Environmental Science and Pollution Research

, Volume 26, Issue 3, pp 2105–2119 | Cite as

Validating a continental-scale groundwater diffuse pollution model using regional datasets

  • Issoufou OuedraogoEmail author
  • Pierre Defourny
  • Marnik Vanclooster
Groundwater under threat from diffuse contaminants: improving on-site sanitation, agriculture and water supply practices


In this study, we assess the validity of an African-scale groundwater pollution model for nitrates. In a previous study, we identified a statistical continental-scale groundwater pollution model for nitrate. The model was identified using a pan-African meta-analysis of available nitrate groundwater pollution studies. The model was implemented in both Random Forest (RF) and multiple regression formats. For both approaches, we collected as predictors a comprehensive GIS database of 13 spatial attributes, related to land use, soil type, hydrogeology, topography, climatology, region typology, nitrogen fertiliser application rate, and population density. In this paper, we validate the continental-scale model of groundwater contamination by using a nitrate measurement dataset from three African countries. We discuss the issue of data availability, and quality and scale issues, as challenges in validation. Notwithstanding that the modelling procedure exhibited very good success using a continental-scale dataset (e.g. R2 = 0.97 in the RF format using a cross-validation approach), the continental-scale model could not be used without recalibration to predict nitrate pollution at the country scale using regional data. In addition, when recalibrating the model using country-scale datasets, the order of model exploratory factors changes. This suggests that the structure and the parameters of a statistical spatially distributed groundwater degradation model for the African continent are strongly scale dependent.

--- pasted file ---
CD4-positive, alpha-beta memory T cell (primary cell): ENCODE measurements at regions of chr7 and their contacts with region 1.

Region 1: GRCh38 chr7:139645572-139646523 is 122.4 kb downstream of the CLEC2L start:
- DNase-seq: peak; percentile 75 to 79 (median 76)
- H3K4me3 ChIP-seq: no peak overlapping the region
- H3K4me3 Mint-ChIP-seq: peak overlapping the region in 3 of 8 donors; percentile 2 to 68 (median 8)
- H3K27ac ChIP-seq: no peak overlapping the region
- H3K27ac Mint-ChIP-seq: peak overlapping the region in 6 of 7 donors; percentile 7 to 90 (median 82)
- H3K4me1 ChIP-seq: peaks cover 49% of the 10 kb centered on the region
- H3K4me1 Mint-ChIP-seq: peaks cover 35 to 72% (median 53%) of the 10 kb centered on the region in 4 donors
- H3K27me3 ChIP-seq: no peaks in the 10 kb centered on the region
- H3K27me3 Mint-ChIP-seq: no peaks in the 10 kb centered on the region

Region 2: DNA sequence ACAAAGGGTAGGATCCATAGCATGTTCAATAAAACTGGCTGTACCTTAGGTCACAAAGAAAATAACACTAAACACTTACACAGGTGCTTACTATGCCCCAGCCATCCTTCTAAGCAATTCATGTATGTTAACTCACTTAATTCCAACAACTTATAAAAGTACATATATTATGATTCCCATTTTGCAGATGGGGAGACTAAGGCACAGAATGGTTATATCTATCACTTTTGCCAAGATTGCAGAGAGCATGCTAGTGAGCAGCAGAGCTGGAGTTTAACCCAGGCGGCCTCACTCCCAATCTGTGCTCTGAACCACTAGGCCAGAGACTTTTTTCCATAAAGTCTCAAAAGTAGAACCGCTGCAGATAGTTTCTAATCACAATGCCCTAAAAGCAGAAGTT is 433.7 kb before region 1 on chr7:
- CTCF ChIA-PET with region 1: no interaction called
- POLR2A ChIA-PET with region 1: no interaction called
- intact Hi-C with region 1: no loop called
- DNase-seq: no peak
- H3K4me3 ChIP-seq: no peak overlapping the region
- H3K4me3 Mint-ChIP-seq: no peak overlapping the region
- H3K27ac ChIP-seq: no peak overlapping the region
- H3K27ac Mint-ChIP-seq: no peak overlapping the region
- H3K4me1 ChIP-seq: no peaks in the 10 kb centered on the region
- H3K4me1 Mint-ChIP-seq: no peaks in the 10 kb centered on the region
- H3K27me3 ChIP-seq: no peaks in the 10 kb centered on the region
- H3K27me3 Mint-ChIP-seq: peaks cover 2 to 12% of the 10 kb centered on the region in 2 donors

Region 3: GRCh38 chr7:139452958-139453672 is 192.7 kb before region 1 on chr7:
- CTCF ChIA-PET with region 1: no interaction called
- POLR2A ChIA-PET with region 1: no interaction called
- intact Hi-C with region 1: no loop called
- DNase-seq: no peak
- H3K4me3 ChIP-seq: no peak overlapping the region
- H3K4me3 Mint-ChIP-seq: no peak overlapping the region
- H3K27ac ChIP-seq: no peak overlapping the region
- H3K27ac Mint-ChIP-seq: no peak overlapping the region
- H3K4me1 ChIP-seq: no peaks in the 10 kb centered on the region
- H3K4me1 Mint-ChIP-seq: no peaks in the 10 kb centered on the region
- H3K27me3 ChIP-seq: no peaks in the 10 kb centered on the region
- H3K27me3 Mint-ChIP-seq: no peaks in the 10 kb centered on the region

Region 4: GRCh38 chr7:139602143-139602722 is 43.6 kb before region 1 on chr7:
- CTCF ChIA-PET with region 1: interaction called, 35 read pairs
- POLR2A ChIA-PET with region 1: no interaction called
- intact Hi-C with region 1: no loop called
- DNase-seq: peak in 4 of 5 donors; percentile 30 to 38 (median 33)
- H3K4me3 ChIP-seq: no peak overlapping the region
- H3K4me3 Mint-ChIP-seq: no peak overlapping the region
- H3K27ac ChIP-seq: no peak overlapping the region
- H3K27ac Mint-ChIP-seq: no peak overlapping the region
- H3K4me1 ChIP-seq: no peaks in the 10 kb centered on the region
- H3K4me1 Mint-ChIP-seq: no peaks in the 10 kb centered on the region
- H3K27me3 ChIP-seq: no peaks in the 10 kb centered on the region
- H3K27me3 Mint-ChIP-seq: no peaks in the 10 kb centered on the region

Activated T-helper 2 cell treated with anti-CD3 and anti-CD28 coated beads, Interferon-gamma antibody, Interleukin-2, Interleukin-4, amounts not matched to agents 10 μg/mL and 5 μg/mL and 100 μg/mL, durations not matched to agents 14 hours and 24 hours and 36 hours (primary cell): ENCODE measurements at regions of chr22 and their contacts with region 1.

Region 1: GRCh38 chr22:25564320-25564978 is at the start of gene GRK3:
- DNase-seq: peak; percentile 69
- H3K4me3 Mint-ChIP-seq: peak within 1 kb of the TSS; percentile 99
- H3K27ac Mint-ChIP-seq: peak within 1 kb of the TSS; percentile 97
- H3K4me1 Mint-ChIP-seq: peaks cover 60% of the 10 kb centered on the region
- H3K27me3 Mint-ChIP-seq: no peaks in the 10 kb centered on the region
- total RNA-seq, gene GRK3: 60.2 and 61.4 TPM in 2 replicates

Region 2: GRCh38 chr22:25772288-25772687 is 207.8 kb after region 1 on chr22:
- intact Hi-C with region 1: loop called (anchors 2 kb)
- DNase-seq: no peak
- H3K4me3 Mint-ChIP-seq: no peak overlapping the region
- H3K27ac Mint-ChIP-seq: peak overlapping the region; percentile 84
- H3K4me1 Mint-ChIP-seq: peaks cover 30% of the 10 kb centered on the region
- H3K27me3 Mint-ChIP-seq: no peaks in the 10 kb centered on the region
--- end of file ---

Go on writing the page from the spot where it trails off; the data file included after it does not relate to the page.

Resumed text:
Groundwater nitrate Random Forest (RF) Validation Scale issue Country Africa 



This study was carried out within the framework of a doctoral research programme, and has been supported by the Islamic Development Bank (IDB) under the Merit Scholarship Programme (MSP) for theses and the ‘Fonds Spécial de Recherche’ (FSR) of the Université Catholique de Louvain. Several people from across the world helped with data acquisition, namely T. Gleeson (McGill University), N. Moosdorf (Hamburg University), and M. Cissé (DGPRE/Senegal).


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Copyright information

© Springer-Verlag GmbH Germany, part of Springer Nature 2017

Authors and Affiliations

  • Issoufou Ouedraogo
    • 1
    Email author
  • Pierre Defourny
    • 1
  • Marnik Vanclooster
    • 1
  1. 1.Earth and Life InstituteUniversité catholique de LouvainLouvain-la-NeuveBelgium

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